Bristol Hospital says the cuts would amount to $3.2 million over two years, while Griffin Hospital says it would be cut by $6 million over two years. Malloy, however, says the hospitals statewide have seen huge increases from the state over the past 10 years.
Harp mentioned during a news conference that hospital chief executive officers are currently earning huge salaries that sometimes exceed $1 million per year.
“Executives in the for-profit businesses don’t make that kind of money,” Harp told reporters at the state Capitol complex.
The two committees were meeting simultaneously on Friday afternoon as they crafted the state’s budget. The tax package was approved by 31 to 17 with six members absent. The spending increase was approved by 32 to 17 with four legislators absent.
The overall spending increases over Malloy’s budget would be $10.7 million in the first year and $38.3 million in the second year.
Barnes, in a statement, thanked the two committees for their work that he said is close to Malloy’s budgetary framework.
“There is a lot in this budget we agree on,” he said. “There are also problems that will need to be addressed, including the need to continue key bipartisan education reforms, to support economic development initiatives that will grow jobs, and to provide real tax relief for middle class families. As it stands, this proposal doesn’t get there.”
He added, “Despite those and other concerns, we believe the announcement today is a good step toward putting together a responsible budget for the coming biennium. We’re confident that working together in the weeks ahead Connecticut can achieve an honest budget that does not raise taxes.”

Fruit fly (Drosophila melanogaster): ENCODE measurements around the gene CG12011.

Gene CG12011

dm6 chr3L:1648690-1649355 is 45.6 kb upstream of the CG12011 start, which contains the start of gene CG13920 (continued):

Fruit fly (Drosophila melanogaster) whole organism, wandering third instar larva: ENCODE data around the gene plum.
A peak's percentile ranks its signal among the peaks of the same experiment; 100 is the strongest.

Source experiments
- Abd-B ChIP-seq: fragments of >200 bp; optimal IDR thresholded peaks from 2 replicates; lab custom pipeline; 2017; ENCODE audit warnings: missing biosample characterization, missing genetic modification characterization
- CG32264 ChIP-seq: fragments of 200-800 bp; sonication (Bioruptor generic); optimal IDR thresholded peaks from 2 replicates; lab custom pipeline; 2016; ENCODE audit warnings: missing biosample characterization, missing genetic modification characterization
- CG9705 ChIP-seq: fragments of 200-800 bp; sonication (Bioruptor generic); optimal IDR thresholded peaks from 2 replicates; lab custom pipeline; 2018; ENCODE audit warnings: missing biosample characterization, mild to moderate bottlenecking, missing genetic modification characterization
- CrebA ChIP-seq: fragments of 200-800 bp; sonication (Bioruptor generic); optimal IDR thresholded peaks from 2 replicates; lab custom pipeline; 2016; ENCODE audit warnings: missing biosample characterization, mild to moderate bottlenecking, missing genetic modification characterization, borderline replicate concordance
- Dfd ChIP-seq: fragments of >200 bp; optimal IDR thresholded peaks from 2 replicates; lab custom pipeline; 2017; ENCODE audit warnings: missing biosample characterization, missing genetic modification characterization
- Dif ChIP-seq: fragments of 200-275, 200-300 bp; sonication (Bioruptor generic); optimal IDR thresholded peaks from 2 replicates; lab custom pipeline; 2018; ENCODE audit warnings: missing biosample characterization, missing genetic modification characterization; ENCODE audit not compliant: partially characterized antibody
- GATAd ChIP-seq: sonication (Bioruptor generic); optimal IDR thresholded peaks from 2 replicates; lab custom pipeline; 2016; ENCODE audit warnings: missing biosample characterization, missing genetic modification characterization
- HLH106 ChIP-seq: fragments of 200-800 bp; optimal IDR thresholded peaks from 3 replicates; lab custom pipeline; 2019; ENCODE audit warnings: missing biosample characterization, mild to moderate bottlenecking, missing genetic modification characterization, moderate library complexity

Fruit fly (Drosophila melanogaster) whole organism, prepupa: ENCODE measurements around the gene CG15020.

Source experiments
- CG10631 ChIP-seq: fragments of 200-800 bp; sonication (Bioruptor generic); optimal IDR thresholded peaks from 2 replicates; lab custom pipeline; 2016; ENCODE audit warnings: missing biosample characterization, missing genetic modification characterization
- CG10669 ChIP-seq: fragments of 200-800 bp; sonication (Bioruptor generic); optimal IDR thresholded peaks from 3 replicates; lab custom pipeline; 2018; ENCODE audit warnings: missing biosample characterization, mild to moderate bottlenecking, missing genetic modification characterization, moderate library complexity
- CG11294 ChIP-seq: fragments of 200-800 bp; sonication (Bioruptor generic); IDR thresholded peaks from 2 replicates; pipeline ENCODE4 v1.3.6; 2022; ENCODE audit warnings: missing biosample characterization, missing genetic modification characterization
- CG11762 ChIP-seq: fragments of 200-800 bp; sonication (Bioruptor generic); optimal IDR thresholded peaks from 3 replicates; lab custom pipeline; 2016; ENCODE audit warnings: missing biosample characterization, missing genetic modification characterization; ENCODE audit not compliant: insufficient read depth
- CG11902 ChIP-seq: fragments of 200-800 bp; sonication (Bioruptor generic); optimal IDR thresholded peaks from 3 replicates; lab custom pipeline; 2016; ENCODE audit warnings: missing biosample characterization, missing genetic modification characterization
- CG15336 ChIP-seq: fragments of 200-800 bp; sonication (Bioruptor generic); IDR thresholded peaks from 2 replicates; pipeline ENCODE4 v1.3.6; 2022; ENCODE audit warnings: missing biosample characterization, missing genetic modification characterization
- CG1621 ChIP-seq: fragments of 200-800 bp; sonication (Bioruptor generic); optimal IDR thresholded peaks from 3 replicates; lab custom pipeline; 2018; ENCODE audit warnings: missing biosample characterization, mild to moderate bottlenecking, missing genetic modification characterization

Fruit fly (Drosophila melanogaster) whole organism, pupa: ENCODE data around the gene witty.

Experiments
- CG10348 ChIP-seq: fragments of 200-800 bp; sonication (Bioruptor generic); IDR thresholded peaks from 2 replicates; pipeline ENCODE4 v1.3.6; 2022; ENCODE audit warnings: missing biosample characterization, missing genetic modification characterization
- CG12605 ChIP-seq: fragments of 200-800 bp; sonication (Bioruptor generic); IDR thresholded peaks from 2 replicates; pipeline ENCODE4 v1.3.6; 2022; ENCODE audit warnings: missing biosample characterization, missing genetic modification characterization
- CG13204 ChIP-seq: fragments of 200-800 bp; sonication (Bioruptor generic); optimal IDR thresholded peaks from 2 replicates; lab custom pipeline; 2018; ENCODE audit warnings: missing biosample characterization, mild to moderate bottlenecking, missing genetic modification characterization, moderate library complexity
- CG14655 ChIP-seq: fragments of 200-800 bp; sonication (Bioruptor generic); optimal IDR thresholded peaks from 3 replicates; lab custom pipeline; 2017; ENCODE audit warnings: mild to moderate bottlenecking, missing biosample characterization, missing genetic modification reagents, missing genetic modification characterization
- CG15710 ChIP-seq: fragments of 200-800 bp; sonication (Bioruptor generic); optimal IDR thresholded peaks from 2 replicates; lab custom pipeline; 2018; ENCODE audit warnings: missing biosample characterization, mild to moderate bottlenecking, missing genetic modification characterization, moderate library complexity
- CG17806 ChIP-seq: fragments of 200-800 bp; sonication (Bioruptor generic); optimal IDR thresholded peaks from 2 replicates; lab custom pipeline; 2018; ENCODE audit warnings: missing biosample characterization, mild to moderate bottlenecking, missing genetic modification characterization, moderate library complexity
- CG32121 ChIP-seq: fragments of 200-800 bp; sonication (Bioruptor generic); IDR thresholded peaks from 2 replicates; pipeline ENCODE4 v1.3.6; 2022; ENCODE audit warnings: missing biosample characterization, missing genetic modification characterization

Senate Republican leader John McKinney of Fairfield said he was outraged that about $8 million in college scholarships would be cut for students at schools like Fairfield University and Sacred Heart at the same time that jobs in the state bureaucracy were being saved.
“It is absolutely abominable,” McKinney told reporters at the Capitol complex. ”This is a disappointing day.”
The gross receipts tax on gasoline is scheduled to increase July 1 under a previously approved schedule, which could generate an estimated $60 million per year for state coffers. Republicans offered an amendment to block the tax increase, which is a percentage of the wholesale price of gasoline, but the effort failed. If no changes are made in the coming months, the gross receipts tax – which currently has an effective rate of 7.53 percent of the wholesale price – will increase to 8.81 percent on July 1.
“We all feel the pain when we’re at the pump,” said Sen. John Fonfara, a Hartford Democrat who co-chairs the finance committee and opposed the tax cut. “But we also have a debate every year on how we’re going to maintain our infrastructure and pay for our roadways.”